-- Posted Thursday, 7 October 2004 | Digg This Article
OnlineInvestorsNews Volume M 9-12, October, 2004
a free supplement of The Growth Stock Report www.jameswinston.com
Crude futures close above $51 for the first time ever
Crude futures closed above $51 a barrel for the first time ever on the New York Mercantile Exchange. November crude rose $1.18 to close at $51.09 a barrel, eclipsing the previous closing record of $50.12 seen on Friday. Lingering production delays in the Gulf of Mexico, tension in Nigeria, and uncertainty ahead of Wednesday's U.S. petroleum supply updates fueled the rally.- CBS Marketwatch, October 5th, 2004
One of the optimum strategies of becoming a good investor is knowing in advance how global political agendas will shape the market in the coming months and years ahead. When George W. Bush was first elected president, I knew and publicly announced defense, gold, and oil stocks would rise.
I also knew the invasion of Iraq was on the drawing board, and I will remind you, this was before George W. Bush took power and before the tragic events of 9/11.
I’m certainly not a great psychic or political scientist – I just read the game plan in advance. The agenda was clearly spelled out back in 1997 by a group who created the Project for the New American Century (PNAC). This organization of neoconservatives includes a number of current White House insiders including Dick Cheney, Donald Rumsfeld, Richard Perle, and Paul Wolfowitz.
The PNAC believe the United States needs to take greater measures to assert its dominance as a world leader. Their belief is that by taking a more liberal or diplomatic stance, the United States and the world at large will not progress and benefit from globalization in our time. Consequently taking more active, and if need be, more forceful roles in world affairs, the objectives of attaining a new world order can be reached.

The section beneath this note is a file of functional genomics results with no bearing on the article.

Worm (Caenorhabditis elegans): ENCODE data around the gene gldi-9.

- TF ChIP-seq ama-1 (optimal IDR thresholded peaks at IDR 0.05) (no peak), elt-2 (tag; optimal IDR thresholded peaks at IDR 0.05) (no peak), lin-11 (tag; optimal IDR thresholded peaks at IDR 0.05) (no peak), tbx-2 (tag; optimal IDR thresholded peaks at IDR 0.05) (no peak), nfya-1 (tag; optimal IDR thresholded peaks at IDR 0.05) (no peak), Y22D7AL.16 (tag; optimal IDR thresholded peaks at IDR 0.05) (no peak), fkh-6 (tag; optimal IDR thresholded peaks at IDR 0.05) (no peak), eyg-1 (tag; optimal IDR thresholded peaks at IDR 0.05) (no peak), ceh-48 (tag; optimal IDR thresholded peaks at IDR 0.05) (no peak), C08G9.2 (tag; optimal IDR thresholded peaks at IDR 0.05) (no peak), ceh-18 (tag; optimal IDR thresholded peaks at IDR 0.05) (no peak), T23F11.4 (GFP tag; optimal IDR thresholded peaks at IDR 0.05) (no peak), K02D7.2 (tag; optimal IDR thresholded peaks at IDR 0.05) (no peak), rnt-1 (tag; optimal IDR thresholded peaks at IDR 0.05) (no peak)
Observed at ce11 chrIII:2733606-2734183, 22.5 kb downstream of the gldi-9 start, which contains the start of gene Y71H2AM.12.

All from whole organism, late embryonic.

When it comes to the matter of securing Mid East oil supplies, the PNAC made their feelings known in a letter to President Clinton in 1998 where they urged his administration to set in motion a plan to remove Saddam Hussein from power which would secure “our vital interests in the Gulf” that hold “a significant portion of the world’s supply of oil.”
In 2000, a major PNAC paper was released in which they reiterated their desire that the U.S. become a dominant global force. They also acknowledged that this probably wouldn’t happen unless “some catastrophic and catalyzing event – like a new Pearl Harbor” took place.
A rather strange co-incidence wouldn’t you say? Obviously, this statement would be good reason to invoke a conspiracy theory about 9/11 however let’s stick to the facts.
In January of 2001, George W. Bush took office and his administration now had key PNAC neoconservatives running the show. Just ten days after Bush moved into the White House the National Security Council held their first meeting where plans to overthrow Iraq where at the top of the agenda.
Revelations of these meetings where gathered by Wall Street Journal reporter Ron Suskind and documented in his book: The Price of Loyalty: George W. Bush, the White House, and the Education of Paul O’Neill.
The book reports that former U.S. treasury secretary Paul O’Neill told of his surprise when he found out that getting rid of Saddam and a proposal for military action in Iraq were the administration’s number one priority.
O’Neill recalled that at the next National Security Council meeting just two days later, Rumsfeld had rejected an idea from Colin Powell that targeted sanctions should be brought against Saddam. Rumsfeld instead was pushing hard for an outright overthrow of the Iraqi government.
According to O’Neill, Rumsfeld reportedly stated “Imagine what the region would look like without Saddam and with a regime that’s aligned with U.S. interests.”